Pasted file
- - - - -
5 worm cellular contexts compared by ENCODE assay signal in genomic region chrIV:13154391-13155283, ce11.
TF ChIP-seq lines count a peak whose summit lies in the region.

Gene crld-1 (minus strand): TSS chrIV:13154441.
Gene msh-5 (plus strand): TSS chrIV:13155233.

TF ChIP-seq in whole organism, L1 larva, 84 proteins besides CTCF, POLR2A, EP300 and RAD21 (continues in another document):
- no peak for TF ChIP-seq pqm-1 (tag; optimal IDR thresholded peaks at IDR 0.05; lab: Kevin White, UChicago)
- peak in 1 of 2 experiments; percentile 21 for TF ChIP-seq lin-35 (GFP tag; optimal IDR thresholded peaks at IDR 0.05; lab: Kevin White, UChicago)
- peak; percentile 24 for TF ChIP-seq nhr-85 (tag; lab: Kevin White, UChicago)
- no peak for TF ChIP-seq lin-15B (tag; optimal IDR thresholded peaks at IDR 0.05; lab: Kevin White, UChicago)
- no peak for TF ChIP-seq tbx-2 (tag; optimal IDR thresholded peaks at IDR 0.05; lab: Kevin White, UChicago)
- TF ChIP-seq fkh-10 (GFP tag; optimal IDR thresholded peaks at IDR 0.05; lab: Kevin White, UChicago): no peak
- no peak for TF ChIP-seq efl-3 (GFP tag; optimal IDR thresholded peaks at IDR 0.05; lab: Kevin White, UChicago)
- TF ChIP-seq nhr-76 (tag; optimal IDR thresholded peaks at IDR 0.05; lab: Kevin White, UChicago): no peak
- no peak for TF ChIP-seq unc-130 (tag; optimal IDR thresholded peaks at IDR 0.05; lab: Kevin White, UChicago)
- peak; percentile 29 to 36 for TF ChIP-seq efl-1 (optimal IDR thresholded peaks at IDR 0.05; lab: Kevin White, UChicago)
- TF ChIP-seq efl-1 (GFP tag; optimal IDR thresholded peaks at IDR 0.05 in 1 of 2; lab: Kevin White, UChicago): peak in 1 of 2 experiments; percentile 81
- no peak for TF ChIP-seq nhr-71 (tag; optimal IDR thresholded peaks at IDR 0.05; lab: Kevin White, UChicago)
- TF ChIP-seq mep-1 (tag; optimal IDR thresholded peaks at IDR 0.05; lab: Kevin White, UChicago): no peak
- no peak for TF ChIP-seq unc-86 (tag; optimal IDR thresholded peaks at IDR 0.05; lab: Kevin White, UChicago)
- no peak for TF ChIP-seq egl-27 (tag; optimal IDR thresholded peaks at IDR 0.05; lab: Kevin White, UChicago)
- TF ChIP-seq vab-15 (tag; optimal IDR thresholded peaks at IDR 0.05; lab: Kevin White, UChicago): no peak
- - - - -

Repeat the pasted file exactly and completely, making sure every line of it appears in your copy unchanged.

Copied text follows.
5 worm cellular contexts compared by ENCODE assay signal in genomic region chrIV:13154391-13155283, ce11.
TF ChIP-seq lines count a peak whose summit lies in the region.

Gene crld-1 (minus strand): TSS chrIV:13154441.
Gene msh-5 (plus strand): TSS chrIV:13155233.

TF ChIP-seq in whole organism, L1 larva, 84 proteins besides CTCF, POLR2A, EP300 and RAD21 (continues in another document):
- no peak for TF ChIP-seq pqm-1 (tag; optimal IDR thresholded peaks at IDR 0.05; lab: Kevin White, UChicago)
- peak in 1 of 2 experiments; percentile 21 for TF ChIP-seq lin-35 (GFP tag; optimal IDR thresholded peaks at IDR 0.05; lab: Kevin White, UChicago)
- peak; percentile 24 for TF ChIP-seq nhr-85 (tag; lab: Kevin White, UChicago)
- no peak for TF ChIP-seq lin-15B (tag; optimal IDR thresholded peaks at IDR 0.05; lab: Kevin White, UChicago)
- no peak for TF ChIP-seq tbx-2 (tag; optimal IDR thresholded peaks at IDR 0.05; lab: Kevin White, UChicago)
- TF ChIP-seq fkh-10 (GFP tag; optimal IDR thresholded peaks at IDR 0.05; lab: Kevin White, UChicago): no peak
- no peak for TF ChIP-seq efl-3 (GFP tag; optimal IDR thresholded peaks at IDR 0.05; lab: Kevin White, UChicago)
- TF ChIP-seq nhr-76 (tag; optimal IDR thresholded peaks at IDR 0.05; lab: Kevin White, UChicago): no peak
- no peak for TF ChIP-seq unc-130 (tag; optimal IDR thresholded peaks at IDR 0.05; lab: Kevin White, UChicago)
- peak; percentile 29 to 36 for TF ChIP-seq efl-1 (optimal IDR thresholded peaks at IDR 0.05; lab: Kevin White, UChicago)
- TF ChIP-seq efl-1 (GFP tag; optimal IDR thresholded peaks at IDR 0.05 in 1 of 2; lab: Kevin White, UChicago): peak in 1 of 2 experiments; percentile 81
- no peak for TF ChIP-seq nhr-71 (tag; optimal IDR thresholded peaks at IDR 0.05; lab: Kevin White, UChicago)
- TF ChIP-seq mep-1 (tag; optimal IDR thresholded peaks at IDR 0.05; lab: Kevin White, UChicago): no peak
- no peak for TF ChIP-seq unc-86 (tag; optimal IDR thresholded peaks at IDR 0.05; lab: Kevin White, UChicago)
- no peak for TF ChIP-seq egl-27 (tag; optimal IDR thresholded peaks at IDR 0.05; lab: Kevin White, UChicago)
- TF ChIP-seq vab-15 (tag; optimal IDR thresholded peaks at IDR 0.05; lab: Kevin White, UChicago): no peak